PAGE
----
This are of Britain offers great beauty. The Hunstanton are a prime example, with its striped red cliffs as well as the Norfolk Broads, a National Park stretching over 125 miles. If the Flint cottages aren’t enough there is the Holkham Hall or Sandringham which is a guaranteed great day out! Seals can be spotted from its coast too and if you fancy a flash from the past, why not visit Cromer, a vibrant town still in its Victorian style!
Norfolk captured in beautiful watercolour
The Ethelbert Gate, an embellished stone archway between the cathedral and the old market place is an impressive two storey flint and stone gateway that dates to about 1316. The upper chamber was originally used as a chapel but is now a classroom. The gateway was heavily restored in the early 19th century and again in the 20th century, when most of the stonework and carvings were replaced.
The elegant resort of Hunstanton is the ideal base to enjoy Norfolk’s superb coastline. Hunstanton, or ‘Hunston’ as it is known locally, is renowned for its unique striped cliffs and magnificent sunsets, made special by its position as the only west-facing resort on the East coast.
Flint is an inescapable and indelible part of Norfolk’s history and landscape. Without good available building stone and before brick-making was widespread in the later Middle Ages, flint, either knapped or unknapped (the word knap comes from the Dutch/German word krappen, to crack), was used since antiquity as a material for building stone walls, using lime mortar, and often combined with other available stone or brick rubble.
With a stunning location on the north Norfolk coast and at the heart of a thriving 25,000 acre estate, Holkham Hall is described as an exceptional place, rich in history, architecture and wildlife. The seat of the Earls of Leicester, this elegant 18th century mansion is still very much a lived-in family home which the family take pride in sharing with visitors.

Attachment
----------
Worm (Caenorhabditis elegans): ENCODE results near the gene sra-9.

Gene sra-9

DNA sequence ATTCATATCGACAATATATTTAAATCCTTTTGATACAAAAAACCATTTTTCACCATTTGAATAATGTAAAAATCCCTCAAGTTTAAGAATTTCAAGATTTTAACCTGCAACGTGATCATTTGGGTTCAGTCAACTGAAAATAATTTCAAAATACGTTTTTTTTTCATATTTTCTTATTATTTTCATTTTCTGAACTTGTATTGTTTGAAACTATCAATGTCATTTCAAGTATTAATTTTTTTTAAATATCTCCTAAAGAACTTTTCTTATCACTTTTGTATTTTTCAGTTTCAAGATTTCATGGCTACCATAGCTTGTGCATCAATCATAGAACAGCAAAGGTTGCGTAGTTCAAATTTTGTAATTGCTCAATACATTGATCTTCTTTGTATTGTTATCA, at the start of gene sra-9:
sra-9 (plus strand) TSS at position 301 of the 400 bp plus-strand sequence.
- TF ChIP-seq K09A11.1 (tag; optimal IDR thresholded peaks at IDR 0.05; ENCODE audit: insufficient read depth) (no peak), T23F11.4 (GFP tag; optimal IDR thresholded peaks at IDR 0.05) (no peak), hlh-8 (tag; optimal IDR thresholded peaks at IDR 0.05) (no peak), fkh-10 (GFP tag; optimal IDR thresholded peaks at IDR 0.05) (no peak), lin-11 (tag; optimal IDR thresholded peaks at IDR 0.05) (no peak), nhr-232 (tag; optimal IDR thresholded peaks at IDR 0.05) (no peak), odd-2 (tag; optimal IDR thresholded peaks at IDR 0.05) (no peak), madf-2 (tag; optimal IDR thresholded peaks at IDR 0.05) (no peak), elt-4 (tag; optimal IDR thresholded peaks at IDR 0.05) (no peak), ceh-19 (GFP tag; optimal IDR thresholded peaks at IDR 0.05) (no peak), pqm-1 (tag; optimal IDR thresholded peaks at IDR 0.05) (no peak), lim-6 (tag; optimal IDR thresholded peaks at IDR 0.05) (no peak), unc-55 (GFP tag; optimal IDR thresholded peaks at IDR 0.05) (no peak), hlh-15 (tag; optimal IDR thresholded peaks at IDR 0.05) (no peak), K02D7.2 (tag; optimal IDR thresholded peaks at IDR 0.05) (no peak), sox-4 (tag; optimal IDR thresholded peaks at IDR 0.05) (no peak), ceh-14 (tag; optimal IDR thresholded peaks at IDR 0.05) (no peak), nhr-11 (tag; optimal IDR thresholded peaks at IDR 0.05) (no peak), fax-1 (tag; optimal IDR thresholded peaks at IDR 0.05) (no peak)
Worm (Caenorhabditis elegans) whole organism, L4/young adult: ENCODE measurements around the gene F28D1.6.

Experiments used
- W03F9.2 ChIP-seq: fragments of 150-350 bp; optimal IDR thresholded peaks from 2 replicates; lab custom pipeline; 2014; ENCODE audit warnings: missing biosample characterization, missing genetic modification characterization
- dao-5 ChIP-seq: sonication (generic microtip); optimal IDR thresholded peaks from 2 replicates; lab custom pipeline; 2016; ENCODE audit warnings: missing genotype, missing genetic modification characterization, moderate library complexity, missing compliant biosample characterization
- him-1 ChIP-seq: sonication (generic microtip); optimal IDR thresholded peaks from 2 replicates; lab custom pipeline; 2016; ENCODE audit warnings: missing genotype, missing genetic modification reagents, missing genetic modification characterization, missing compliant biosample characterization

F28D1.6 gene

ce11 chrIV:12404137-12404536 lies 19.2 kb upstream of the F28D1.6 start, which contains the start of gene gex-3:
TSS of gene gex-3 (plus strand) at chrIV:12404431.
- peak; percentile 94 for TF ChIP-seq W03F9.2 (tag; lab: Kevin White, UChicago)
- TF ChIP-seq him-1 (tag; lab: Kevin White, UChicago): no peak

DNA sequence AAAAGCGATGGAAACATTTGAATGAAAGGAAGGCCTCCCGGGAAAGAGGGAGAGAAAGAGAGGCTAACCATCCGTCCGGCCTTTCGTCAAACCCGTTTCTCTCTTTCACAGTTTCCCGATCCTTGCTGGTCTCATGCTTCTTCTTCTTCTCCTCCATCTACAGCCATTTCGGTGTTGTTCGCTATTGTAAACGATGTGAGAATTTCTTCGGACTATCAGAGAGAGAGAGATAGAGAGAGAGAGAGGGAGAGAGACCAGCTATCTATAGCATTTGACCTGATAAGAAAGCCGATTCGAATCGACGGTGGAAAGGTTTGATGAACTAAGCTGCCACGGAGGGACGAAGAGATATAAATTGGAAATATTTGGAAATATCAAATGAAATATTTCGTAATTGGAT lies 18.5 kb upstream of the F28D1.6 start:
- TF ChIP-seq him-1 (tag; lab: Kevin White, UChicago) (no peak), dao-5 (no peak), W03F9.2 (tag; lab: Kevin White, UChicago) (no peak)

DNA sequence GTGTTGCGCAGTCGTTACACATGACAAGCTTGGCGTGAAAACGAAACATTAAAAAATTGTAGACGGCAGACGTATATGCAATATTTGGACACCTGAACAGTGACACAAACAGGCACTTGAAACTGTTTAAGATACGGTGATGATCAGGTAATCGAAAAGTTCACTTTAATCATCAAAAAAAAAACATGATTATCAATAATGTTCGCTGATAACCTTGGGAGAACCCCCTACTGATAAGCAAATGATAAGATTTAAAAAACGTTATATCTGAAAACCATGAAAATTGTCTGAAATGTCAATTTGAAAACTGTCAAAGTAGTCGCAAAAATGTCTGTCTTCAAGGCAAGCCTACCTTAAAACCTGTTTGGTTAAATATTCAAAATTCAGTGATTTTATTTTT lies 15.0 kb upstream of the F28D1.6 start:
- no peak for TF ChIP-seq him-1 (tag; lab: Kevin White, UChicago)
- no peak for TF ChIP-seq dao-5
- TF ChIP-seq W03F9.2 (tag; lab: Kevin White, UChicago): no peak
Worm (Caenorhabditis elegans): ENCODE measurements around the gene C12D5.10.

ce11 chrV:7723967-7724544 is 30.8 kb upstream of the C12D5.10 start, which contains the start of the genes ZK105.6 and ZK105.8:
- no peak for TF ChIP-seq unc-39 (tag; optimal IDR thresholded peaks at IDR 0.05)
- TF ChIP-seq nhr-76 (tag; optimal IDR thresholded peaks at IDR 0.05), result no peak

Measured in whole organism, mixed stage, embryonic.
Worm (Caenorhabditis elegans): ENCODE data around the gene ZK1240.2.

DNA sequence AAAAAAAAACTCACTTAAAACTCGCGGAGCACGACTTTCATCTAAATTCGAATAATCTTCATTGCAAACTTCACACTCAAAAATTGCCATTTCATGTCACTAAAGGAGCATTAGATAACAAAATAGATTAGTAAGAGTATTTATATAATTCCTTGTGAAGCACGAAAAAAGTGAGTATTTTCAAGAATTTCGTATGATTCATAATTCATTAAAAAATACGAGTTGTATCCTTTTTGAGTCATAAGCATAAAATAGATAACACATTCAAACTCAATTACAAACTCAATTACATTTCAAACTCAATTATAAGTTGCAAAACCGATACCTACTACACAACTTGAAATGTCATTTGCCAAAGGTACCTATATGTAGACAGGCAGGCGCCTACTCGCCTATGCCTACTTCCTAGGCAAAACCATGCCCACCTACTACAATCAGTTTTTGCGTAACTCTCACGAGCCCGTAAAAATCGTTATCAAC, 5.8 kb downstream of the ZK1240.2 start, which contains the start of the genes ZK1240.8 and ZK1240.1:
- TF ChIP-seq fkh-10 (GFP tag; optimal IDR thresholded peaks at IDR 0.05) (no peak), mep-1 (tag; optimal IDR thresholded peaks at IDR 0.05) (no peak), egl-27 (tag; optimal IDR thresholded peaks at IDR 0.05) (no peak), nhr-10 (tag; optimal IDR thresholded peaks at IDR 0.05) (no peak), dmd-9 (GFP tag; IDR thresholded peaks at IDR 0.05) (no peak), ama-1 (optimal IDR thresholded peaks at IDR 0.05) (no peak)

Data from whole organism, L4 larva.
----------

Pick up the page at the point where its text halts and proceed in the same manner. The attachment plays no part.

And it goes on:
Cley next the Sea
Was an important trading port in the middle ages and is now best known for its renowned nature reserve. Between the village and the sea, you will finds Cley Marshes, a nature reserve owned by the Norfolk Wildlife Trust. Standing on the edge of the marshes and the village is Cley's other famous landmark, an 18th century windmill. Now a guesthouse, it is open to the public offering fantastic views over marshland which was used for horse races in the early 19th century and was a haunt for smugglers!
Traditionally Cromer was a fishing town, famous for Cromer crab. Also famous for its pier, home to a lifeboat station and Pavilion Theatre, where the UK’s only remaining traditional end of the pier variety show takes place each Summer and Winter. The pier is an enduring example of Victorian architecture, having withstood many storms, tidal surges and even an attempt to blow it up by the Government in WW2 to prevent the pier being used as a landing strip for enemy invaders!
Sandringham is the much-loved country retreat of Her Majesty The Queen, and has been the private home of four generations of British monarchs since 1862. The Queen usually celebrates Christmas at Sandringham, where she is joined by many members of The Royal Family who traditionally visit The Church of St. Mary Magdalene on the Sandringham Estate.
The seals in Norfolk are truly one of the county’s most special sights to see. There is a choice of three places to see the seals and their pups. On the west coast at Hunstanton, during the summer months. The north Norfolk coast at Blakeney for most of the year, with or without pups, and on the east coast at Horsey, during the winter months.
Norfolk is possibly most famous for the man-made Broads, a National Park with over 125 miles of navigable lock-free waterways set in beautiful countryside and studded with charming and picturesque towns and villages. In fact, the Norfolk Broads has more miles of waterway than Venice and Amsterdam! The waterways are lock-free, although there are five bridges under which only small cruisers and smaller boats can pass.
Norwich Anglican Cathedral boasts the second tallest spire and the second largest medieval cloisters in England. It also has the largest collection of decorative roof bosses in England and is the only church in the Northern Hemisphere to have its Saxon Bishop's Throne in its original position. Norwich Cathedral is open to visitors of all faiths and continues to hold traditional services to this day.